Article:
On December 20, 2016, one day after Donald Trump was officially elected president of the United States but before he has actually taken office, two individuals filed the first of what are likely to be many lawsuits challenging actions of the Trump administration affecting the rights of lower-income Americans to health care. Actually, what was filed was not a new lawsuit, but rather a motion to intervene in the appeal of an existing lawsuit.

That lawsuit is House v. Burwell, which is very familiar to readers of Health Affairs Blog. House v. Burwell was filed in November of 2014, following a July 2014 party-line vote by the House of Representatives to sue the administration for what Republicans in the House viewed as abuses of presidential power. One of the issues raised by the lawsuit was the administration’s funding of the ACA’s cost sharing reduction (CSR) program, arguably without an explicit appropriation,

On December 20, two of the 5.9 million individuals who actually benefit from CSRs asked the court to allow them to intervene in the House v. Burwell appeal to protect their interests in continuing to receive the CSRs, which are opposed by the House and, in their view, may well not be adequately protected by the Trump administration.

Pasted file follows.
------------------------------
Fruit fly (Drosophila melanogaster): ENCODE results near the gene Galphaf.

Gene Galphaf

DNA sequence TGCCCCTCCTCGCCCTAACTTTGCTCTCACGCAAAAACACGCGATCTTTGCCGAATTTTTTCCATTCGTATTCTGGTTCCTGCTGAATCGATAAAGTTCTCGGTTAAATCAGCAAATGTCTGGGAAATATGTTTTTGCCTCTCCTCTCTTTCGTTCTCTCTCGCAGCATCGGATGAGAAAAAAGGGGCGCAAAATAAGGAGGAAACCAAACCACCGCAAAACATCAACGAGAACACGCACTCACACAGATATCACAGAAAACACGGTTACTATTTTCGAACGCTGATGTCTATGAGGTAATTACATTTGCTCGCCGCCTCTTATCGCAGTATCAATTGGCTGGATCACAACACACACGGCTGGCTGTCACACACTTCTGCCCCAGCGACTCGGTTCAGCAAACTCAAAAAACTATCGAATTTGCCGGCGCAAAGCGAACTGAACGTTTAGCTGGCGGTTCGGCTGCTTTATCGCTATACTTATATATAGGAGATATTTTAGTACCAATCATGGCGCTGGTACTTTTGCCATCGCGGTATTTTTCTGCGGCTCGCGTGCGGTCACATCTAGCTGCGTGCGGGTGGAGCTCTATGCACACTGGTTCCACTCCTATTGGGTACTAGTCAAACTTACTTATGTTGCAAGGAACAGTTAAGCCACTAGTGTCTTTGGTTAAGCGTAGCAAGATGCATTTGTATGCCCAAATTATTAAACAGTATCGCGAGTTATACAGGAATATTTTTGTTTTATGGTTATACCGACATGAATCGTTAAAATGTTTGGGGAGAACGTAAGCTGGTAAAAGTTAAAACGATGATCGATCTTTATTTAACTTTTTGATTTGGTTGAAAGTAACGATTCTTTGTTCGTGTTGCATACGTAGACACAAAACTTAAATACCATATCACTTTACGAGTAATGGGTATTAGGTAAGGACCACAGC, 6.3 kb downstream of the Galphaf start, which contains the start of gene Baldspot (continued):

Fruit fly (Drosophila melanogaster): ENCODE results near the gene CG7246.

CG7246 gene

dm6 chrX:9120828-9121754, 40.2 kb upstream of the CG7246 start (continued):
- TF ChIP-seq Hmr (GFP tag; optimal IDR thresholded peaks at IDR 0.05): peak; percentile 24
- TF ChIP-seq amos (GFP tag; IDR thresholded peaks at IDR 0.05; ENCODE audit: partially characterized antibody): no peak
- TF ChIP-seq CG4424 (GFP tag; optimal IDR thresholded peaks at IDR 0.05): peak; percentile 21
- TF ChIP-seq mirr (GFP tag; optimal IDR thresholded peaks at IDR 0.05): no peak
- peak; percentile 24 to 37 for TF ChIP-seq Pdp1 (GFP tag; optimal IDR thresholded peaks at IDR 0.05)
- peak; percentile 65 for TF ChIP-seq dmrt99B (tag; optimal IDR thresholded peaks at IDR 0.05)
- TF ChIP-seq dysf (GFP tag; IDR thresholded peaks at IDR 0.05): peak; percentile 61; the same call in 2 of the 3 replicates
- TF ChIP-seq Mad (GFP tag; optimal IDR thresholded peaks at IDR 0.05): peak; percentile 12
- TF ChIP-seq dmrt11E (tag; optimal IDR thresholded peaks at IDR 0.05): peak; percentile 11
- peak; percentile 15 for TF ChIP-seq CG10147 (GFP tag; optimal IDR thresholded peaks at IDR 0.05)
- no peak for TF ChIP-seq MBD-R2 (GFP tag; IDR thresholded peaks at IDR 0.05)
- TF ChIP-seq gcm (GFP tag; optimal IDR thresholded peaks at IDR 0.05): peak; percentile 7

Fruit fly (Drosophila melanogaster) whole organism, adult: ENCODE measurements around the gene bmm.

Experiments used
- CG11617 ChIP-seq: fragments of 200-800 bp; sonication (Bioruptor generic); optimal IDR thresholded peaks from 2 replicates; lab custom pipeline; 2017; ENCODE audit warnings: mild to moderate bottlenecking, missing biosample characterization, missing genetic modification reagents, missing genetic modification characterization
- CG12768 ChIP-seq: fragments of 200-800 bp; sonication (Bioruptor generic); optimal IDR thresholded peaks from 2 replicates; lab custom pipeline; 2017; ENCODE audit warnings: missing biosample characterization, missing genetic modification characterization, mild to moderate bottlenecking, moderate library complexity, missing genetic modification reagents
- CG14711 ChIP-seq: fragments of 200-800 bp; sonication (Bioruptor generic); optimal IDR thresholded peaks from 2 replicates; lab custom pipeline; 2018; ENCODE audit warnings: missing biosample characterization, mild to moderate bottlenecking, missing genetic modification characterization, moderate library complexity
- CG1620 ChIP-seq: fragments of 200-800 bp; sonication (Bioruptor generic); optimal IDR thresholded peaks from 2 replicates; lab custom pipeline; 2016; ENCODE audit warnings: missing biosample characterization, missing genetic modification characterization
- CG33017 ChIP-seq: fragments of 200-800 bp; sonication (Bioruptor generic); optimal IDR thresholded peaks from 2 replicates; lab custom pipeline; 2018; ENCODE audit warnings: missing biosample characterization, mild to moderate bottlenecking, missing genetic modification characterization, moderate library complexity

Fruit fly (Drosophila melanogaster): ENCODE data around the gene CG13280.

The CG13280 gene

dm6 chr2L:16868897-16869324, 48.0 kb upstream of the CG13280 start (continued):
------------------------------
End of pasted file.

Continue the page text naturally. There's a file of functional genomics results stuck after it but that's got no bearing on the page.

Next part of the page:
The CSRs are an essential element of the ACA’s program for making health insurance affordable and health care available to low and moderate-income Americans. The ACA offers lower- and moderate-income Americans tax credits (APTC) to help make insurance affordable. But the average deductible for an individual in an ACA benchmark silver plan in 2016 is over $3,000.